mJV: Michael Shuey was the sole competitor with a qualifying standard. Shuey, who finished 7th with a best mark of 73.96m/242’8” will compete in the World Championships next month.
wSP: In the second round, world indoor silver medalist Chase Ealey got the ball out 20.51m/67’3½” – a world-leading mark, a meet record, a field record, and a personal best. In the third round Ohio State’s Adelaide Aquilla threw 19.45m/63’9¾” which was good enough for the Olympian to finish 2nd. Jessica Woodward snagged 3rd place when she threw a personal best 19.40m/63’7¾”. Olympic silver medalist Raven Saunders finished 4th (18.95/62’2¼). Maggie Ewen finished 5th (18.78/61’7½) but Maggie will nonetheless be eligible to join Ealey and Aquilla and compete in next month’s World Championship by virtue of her Diamond League shot put championship last fall.
m200m: Noah Lyles is the captain of his ship. He does things his own way. While several others with automatic qualifiers into next month’s World Championships elected to DNS out of their final, Noah relishes the opportunity to get a “big stage” opportunity. Noah also likes to send messages – like his 19.81 clocking in handily winning his semi-final round. In the final, teenage wunderkind and Tokyo Olympic finalist Erriyon Knighton got out well and had the upper hand with 50 meters to go. But Lyles, closing like a freight train, caught and passed the youngster just a step before the line, and even had time to “pull a Cole Hocker,” moving his forefinger to his lips to shush the youngster. Fred Kerley, coming off this total dominance in the rounds and final of the 100 meters, got up for 3rd in 19.83. This trio – ranking 1-2-3 on the world list – represents a strong furlong contingent for next month’s World Championships.
w200m. The women’s 200 meters – loaded with talent – provided an impressive showcase in the final. Puma athlete Jenny Prandini got off to a great start and roared around the curve and into the homestretch with the lead, with Tamara Clark in 2nd and Abby Steiner in 3rd. In the final 50 meters, Steiner – still in 3rd – had work to do. No problem. Steiner, who won the NCAA 200-meter title on this same track earlier in the month, downshifted, passed first Prandini (3rd in 22.01 / #7 WL) , then Clark (2nd in 21.92 / #4 WL) with ease on her way to victory. Steiner, coming in this meet with the 21.80 world leader, eclipsed that mark with her 200m winning time of 21.77. This should be another strong trio for next month’s World Championships.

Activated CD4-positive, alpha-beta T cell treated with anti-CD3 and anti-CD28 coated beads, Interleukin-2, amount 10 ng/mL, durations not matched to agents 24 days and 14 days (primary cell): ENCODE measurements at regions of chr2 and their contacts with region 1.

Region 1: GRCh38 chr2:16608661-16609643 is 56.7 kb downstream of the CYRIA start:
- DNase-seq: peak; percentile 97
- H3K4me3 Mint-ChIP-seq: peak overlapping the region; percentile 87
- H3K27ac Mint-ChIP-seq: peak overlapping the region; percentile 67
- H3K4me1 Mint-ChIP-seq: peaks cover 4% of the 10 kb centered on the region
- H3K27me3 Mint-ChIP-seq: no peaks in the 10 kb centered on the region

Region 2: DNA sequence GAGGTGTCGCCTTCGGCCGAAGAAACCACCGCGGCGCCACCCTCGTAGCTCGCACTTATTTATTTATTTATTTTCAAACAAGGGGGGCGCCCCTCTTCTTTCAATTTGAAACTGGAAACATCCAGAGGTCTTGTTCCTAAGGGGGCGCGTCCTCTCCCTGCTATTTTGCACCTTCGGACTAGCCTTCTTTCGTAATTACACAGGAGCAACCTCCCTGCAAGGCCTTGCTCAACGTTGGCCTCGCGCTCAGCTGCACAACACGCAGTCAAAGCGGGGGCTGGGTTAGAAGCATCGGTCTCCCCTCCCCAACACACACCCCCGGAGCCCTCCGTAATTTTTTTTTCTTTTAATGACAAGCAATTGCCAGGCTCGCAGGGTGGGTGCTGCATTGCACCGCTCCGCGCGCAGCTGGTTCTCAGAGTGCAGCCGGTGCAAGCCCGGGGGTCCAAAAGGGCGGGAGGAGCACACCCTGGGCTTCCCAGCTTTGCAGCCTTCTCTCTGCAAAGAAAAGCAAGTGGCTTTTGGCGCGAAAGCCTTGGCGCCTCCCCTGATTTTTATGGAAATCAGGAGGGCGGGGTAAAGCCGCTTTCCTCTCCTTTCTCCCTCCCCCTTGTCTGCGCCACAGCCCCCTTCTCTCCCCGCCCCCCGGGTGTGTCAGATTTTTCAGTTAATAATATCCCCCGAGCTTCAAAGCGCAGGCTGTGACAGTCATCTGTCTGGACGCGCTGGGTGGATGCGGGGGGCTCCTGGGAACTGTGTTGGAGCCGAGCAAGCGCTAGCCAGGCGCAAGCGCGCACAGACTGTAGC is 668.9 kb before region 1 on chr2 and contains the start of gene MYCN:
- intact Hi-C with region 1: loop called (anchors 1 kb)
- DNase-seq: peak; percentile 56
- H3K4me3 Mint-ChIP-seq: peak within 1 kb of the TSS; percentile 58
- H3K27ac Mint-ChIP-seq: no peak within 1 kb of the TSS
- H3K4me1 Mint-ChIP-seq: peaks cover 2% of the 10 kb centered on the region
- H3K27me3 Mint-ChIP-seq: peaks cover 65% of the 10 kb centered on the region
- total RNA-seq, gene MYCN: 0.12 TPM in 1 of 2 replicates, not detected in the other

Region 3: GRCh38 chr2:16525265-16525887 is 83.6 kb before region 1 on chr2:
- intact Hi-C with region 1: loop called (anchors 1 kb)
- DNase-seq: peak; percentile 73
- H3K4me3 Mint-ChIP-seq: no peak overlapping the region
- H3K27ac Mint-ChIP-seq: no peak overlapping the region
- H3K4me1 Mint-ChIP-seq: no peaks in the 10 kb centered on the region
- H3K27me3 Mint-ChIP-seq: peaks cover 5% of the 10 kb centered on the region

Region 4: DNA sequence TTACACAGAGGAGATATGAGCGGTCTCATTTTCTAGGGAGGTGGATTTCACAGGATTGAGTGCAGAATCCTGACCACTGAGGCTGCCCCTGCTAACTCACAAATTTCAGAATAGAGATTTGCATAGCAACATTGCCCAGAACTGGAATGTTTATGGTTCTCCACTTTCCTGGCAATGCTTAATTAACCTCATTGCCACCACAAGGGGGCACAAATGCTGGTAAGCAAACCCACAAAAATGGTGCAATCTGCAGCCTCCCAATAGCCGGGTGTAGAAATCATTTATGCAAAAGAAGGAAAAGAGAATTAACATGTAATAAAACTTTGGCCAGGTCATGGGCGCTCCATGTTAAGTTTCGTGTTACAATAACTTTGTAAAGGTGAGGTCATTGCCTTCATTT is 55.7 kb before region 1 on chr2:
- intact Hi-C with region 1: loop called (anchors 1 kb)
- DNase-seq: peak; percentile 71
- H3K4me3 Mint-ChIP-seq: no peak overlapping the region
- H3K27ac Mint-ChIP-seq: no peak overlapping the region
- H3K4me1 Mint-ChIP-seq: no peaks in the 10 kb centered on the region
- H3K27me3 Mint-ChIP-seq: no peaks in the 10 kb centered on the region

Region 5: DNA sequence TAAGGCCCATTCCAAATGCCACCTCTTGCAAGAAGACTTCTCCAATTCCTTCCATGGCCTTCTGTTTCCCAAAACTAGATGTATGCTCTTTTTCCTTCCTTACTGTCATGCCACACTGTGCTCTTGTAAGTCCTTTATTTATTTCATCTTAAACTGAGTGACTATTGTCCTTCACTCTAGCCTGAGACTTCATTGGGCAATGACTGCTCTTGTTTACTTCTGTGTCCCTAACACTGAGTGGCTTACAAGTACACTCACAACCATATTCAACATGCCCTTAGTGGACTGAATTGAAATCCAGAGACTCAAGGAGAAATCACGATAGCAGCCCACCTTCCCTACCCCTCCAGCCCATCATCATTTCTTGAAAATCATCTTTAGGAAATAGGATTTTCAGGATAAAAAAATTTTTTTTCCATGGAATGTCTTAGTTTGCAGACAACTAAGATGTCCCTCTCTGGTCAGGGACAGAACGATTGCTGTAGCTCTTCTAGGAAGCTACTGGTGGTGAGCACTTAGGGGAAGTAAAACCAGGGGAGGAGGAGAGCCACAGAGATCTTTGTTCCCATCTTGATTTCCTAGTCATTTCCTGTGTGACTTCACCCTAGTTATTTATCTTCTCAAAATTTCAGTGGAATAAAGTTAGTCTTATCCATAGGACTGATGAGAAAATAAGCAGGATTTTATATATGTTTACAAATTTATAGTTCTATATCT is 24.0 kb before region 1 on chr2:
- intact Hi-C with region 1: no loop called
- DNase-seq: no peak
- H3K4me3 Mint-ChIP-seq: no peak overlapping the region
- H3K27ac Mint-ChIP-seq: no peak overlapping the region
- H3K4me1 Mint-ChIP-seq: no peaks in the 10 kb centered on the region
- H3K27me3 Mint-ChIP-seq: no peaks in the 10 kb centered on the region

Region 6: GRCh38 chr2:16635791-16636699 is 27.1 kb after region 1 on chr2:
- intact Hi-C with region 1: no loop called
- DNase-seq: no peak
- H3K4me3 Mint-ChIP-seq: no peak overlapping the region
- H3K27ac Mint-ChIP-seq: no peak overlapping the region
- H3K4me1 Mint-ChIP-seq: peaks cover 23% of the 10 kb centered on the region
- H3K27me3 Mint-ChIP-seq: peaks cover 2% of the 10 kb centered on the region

m110H: On the last event of the 2022 USATF Outdoor Track & Field Championships some of the luster affiliated with the men’s 110-meter final disappeared when Grant Holloway DNS’d. The former Florida star, who is #2 on the all-time world list, has an automatic berth in next month’s World Championships and elected to pass on this hurdle final. The final race was electrifying as the top 5 finishers (of the remaining field of 7) were separated by only 0.11 seconds. Aided by a great drive phase, Daniel Roberts (13.03) crossed first followed by Florida State phenom Trey Cunningham (13.08). The crowd was hushed as the officials worked to determine the correct order of the remaining finalists. The partisan spectators exploded when the Experience Board displayed that finishing 3rd was former Oregon Duck and #3 on the all-time world list Devon Allen in 13.087. Among the packed hurdle finalists was Jamal Britt who clocked 13.090 to finish 4th in 13.090, a mere .003 seconds behind WC-bound Allen. Sometimes the unwavering objectivity of track & field can be painful. / Dave Hunter